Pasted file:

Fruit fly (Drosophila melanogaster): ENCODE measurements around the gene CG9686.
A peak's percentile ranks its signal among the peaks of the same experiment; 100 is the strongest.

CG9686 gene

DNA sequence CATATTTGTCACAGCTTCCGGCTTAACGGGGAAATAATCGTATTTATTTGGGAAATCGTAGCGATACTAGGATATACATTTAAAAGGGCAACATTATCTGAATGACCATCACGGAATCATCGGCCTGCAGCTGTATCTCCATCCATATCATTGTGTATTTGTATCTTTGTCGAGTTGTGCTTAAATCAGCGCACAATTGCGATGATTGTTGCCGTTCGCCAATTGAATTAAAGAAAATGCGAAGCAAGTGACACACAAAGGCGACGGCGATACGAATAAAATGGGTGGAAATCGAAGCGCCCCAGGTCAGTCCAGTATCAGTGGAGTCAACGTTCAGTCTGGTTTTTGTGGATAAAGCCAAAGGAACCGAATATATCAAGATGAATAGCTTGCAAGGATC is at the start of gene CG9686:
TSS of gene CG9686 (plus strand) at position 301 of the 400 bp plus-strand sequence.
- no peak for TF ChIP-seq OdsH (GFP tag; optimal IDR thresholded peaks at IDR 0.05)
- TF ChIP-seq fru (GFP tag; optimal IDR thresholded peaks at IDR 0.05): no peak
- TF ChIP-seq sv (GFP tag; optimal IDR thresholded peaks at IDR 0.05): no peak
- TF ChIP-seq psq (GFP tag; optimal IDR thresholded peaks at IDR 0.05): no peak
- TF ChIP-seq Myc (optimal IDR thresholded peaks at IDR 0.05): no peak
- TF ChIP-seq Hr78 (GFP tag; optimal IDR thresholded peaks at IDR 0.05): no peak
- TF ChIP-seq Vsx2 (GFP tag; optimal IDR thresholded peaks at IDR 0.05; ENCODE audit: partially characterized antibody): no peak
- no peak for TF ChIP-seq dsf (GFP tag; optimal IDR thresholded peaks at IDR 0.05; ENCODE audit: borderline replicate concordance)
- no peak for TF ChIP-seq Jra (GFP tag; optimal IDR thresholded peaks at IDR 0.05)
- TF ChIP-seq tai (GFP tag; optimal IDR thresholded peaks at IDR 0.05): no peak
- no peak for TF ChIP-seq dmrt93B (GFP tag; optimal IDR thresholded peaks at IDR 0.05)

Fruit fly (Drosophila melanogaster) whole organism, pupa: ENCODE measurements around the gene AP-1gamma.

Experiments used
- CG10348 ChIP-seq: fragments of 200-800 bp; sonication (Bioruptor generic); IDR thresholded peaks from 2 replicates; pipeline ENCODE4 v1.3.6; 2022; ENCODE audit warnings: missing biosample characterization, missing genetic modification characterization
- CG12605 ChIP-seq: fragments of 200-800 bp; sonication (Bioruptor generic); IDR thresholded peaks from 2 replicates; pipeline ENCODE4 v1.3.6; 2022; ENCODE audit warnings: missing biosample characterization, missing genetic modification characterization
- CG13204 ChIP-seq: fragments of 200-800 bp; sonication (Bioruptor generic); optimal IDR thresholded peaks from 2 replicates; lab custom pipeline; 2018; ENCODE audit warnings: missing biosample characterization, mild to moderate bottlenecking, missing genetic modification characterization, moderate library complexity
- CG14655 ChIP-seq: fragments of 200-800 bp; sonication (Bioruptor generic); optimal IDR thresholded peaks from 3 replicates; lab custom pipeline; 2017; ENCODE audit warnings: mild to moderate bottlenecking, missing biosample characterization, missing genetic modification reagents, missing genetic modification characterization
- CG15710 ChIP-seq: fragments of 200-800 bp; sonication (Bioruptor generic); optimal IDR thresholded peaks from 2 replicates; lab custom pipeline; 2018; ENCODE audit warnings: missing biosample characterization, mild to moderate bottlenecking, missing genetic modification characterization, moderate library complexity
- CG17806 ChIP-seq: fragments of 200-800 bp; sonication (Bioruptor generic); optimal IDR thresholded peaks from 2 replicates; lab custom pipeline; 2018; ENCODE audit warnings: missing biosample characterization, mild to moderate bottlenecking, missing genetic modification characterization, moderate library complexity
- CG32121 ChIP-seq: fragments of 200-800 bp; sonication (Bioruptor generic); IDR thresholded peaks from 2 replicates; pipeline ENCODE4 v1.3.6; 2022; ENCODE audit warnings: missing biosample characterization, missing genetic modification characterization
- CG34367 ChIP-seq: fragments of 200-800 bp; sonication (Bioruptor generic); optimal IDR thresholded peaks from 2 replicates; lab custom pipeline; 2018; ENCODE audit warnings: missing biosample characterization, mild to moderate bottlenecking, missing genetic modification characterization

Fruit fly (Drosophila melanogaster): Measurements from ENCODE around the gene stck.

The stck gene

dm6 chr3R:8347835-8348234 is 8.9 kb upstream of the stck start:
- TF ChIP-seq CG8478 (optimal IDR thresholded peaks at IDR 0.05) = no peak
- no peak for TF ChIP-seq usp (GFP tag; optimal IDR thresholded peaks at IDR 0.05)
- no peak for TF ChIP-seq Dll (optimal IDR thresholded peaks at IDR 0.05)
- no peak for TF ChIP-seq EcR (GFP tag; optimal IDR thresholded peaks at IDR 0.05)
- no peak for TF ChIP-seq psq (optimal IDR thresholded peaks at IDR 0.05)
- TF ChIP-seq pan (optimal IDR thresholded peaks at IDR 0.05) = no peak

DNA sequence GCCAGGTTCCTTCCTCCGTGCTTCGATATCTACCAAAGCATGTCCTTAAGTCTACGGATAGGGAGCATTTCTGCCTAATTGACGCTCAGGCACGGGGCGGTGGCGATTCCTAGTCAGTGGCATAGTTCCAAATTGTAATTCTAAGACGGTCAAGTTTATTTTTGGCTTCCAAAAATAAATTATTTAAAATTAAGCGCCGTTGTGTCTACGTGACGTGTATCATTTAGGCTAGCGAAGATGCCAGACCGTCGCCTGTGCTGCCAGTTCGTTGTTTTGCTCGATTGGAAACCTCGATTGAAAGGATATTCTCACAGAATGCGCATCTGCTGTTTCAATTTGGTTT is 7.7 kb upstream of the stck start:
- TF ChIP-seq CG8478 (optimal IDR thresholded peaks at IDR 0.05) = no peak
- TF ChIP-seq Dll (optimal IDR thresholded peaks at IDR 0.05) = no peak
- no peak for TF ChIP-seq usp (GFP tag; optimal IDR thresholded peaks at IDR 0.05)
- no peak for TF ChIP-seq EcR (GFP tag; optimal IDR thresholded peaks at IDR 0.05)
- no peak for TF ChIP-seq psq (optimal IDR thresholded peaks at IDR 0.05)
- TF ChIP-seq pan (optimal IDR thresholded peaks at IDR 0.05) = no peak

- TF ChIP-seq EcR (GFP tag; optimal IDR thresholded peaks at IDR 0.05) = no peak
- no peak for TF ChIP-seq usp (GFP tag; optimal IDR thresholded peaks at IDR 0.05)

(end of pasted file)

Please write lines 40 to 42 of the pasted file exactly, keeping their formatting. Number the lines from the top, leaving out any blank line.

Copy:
- no peak for TF ChIP-seq EcR (GFP tag; optimal IDR thresholded peaks at IDR 0.05)
- no peak for TF ChIP-seq psq (optimal IDR thresholded peaks at IDR 0.05)
- TF ChIP-seq pan (optimal IDR thresholded peaks at IDR 0.05) = no peak